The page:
diatomic halogen molecule like Cl2 or with molecular or atomic oxygen to give various metal halide and metal oxide species of different complexity. This topic should be dealt with linked to subsequent topic 7.1
E. Spear “High-temperature reactivity” in N.B. Hannay, editor, "Treatise on Solid State Chemistry", Vol. 4, “Reactivity of Solids”, Plenum Press, New York / London, 1976, chapter 3
Hastie, "High Temperature Vapors. Science and Technology" Academic Press, New York, 1975; Chapter 1, in particular for defining high temperature vapors.
W. Searcy, David V. Ragone, Umberto Colombo, editors, "Chemical and Mechanical Behaviour of Inorganic Materials" Wiley Interscience, New York/ London/ Sydney/ Toronto, 1970, chap.5
“Thermodynamics” by Kenneth Pitzer and Leo Brewer (revision of Lewis and Randall) second
edition, McGraw-Hill International Student Edition, 1961. Chap. 33 is particularly relevant to high-temperature vaporization chemistry L.L.Quill ( ed.), “The Chemistry and Metallurgy of Miscellaneous Materials;Thermodynamics
(National Nuclear Energy Series IV, Vol. 19B), Mc Graw-Hill, New York, 1950 Papers Several papers by L. Brewer and other authors discuss this topic; some among these are reported in the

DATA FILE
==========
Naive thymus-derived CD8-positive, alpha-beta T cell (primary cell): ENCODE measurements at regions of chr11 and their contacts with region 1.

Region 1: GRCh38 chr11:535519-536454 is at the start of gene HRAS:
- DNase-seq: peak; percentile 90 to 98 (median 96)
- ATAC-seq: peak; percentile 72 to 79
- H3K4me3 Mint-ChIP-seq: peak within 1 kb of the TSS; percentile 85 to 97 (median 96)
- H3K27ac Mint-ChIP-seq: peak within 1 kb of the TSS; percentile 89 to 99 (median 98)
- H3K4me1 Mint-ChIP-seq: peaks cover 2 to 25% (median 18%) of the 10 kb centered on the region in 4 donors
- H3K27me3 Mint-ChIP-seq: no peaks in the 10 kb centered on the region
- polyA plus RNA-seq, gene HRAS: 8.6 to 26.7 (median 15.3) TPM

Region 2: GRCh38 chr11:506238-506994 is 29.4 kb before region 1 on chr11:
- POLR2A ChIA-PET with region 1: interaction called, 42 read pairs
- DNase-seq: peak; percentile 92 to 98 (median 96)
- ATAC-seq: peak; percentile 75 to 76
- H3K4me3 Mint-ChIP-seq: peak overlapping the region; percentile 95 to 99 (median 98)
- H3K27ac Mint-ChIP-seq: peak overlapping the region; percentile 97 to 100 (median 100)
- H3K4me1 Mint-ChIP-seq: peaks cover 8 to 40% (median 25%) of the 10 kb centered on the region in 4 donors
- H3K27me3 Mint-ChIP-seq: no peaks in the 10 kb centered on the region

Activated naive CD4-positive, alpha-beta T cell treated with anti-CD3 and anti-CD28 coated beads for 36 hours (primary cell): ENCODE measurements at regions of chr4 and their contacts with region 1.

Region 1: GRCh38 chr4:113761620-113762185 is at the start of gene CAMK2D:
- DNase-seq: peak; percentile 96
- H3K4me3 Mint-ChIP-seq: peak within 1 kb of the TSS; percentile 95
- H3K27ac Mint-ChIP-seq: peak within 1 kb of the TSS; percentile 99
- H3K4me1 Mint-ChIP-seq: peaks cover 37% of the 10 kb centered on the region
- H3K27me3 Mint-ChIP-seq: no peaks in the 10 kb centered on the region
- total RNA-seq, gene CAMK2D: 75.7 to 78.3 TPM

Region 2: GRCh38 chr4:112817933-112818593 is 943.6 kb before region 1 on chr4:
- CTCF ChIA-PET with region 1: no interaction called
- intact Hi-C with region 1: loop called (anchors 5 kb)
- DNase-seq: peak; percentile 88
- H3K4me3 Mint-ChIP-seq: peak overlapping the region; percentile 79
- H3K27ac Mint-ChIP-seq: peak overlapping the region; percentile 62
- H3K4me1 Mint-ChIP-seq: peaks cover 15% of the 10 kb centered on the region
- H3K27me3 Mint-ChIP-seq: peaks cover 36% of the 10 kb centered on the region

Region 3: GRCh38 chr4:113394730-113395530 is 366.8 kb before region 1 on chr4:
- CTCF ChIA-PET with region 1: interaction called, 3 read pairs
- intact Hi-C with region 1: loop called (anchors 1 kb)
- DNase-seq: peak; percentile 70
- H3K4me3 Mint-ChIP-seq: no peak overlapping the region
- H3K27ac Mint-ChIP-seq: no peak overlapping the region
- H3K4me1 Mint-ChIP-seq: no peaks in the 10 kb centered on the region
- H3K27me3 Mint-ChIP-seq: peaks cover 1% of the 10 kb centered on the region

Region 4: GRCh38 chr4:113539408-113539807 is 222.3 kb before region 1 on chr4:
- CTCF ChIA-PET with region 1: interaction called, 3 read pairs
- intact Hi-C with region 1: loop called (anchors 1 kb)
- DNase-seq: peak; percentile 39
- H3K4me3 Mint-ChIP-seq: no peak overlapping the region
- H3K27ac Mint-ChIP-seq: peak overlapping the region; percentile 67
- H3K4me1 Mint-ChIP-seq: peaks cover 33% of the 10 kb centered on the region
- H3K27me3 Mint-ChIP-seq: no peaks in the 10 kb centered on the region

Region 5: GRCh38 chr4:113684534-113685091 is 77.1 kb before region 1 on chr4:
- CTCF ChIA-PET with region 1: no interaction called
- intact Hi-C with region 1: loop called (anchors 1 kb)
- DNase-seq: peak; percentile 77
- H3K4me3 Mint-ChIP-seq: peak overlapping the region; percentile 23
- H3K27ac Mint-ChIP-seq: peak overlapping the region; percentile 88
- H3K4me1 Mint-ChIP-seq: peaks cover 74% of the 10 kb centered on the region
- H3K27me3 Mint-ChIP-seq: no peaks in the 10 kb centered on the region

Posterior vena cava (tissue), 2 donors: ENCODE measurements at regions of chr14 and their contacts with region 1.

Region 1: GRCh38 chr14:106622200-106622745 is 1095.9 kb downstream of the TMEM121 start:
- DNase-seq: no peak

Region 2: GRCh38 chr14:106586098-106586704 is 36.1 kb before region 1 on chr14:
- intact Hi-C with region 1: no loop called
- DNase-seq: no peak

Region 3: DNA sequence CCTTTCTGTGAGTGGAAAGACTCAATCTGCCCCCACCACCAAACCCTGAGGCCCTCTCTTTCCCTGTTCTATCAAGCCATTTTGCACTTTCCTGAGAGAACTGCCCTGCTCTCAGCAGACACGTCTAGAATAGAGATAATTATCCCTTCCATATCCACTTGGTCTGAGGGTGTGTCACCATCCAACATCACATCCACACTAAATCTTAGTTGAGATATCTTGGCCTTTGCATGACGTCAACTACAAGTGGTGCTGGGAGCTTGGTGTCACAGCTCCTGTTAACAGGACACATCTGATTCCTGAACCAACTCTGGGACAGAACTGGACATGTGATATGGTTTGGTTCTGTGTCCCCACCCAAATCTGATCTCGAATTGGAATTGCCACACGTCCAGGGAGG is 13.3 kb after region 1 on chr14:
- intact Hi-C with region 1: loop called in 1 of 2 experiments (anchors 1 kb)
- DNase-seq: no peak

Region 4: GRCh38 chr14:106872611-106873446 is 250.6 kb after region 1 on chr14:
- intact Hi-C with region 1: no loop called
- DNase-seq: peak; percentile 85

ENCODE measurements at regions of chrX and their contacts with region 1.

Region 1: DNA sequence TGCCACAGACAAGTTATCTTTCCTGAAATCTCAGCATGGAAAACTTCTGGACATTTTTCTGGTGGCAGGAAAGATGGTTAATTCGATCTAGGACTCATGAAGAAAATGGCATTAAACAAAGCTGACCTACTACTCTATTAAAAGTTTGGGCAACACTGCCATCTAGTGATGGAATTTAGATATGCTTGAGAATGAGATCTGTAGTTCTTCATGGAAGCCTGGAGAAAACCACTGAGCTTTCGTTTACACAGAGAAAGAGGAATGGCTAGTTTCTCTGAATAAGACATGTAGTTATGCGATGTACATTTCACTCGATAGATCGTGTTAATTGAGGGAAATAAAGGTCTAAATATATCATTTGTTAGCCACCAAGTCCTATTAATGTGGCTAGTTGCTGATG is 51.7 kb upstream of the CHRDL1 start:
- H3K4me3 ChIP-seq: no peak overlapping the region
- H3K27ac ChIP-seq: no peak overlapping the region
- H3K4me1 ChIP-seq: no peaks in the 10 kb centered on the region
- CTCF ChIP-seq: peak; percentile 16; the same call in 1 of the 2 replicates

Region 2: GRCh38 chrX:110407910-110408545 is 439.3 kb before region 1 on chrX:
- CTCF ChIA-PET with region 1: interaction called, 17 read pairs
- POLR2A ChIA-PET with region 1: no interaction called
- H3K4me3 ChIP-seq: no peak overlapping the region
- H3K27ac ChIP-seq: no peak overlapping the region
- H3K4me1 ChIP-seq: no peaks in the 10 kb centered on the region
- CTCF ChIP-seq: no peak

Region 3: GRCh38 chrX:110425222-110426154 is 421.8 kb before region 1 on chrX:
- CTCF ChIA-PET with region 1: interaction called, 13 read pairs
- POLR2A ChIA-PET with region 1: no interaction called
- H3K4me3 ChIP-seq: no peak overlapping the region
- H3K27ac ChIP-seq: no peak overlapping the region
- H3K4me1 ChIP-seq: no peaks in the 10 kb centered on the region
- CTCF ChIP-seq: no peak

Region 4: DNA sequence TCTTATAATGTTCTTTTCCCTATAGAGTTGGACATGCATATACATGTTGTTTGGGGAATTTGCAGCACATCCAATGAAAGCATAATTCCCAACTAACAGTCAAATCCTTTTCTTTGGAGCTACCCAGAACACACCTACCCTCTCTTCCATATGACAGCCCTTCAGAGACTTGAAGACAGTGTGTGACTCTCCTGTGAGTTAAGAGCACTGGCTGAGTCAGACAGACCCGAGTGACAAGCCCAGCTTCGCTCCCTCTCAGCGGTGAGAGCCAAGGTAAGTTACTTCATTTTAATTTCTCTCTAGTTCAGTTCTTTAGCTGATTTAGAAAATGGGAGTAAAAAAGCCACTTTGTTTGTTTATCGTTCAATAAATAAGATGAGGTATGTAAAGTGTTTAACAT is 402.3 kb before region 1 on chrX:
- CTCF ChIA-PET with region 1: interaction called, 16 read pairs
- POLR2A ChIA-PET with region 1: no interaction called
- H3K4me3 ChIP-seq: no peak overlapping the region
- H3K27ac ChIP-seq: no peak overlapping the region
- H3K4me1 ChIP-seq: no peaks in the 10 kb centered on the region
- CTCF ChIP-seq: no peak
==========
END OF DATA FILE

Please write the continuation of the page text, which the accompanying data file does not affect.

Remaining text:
list of references in Appendix. See e.g. L.Brewer, “Principles of high temperature chemistry”, in Proc. Of the Robert A. Welch
Foundations Conferences in Chemical Research,VI Topics in Modern Inorganic Chemistry; Houston TX, 1962, pp.47 ff.
4. Basic concepts of materials thermodynamics
Aim: To go over and re-examine at a higher level and with a more materials- oriented approach the fundamentals of thermodynamics.
Topic description and teaching suggestions: One of the areas that is most important for high- temperature materials chemistry is thermodynamics. A sound knowledge of theoretical and experimental aspects of thermodynamics is imperative to understand the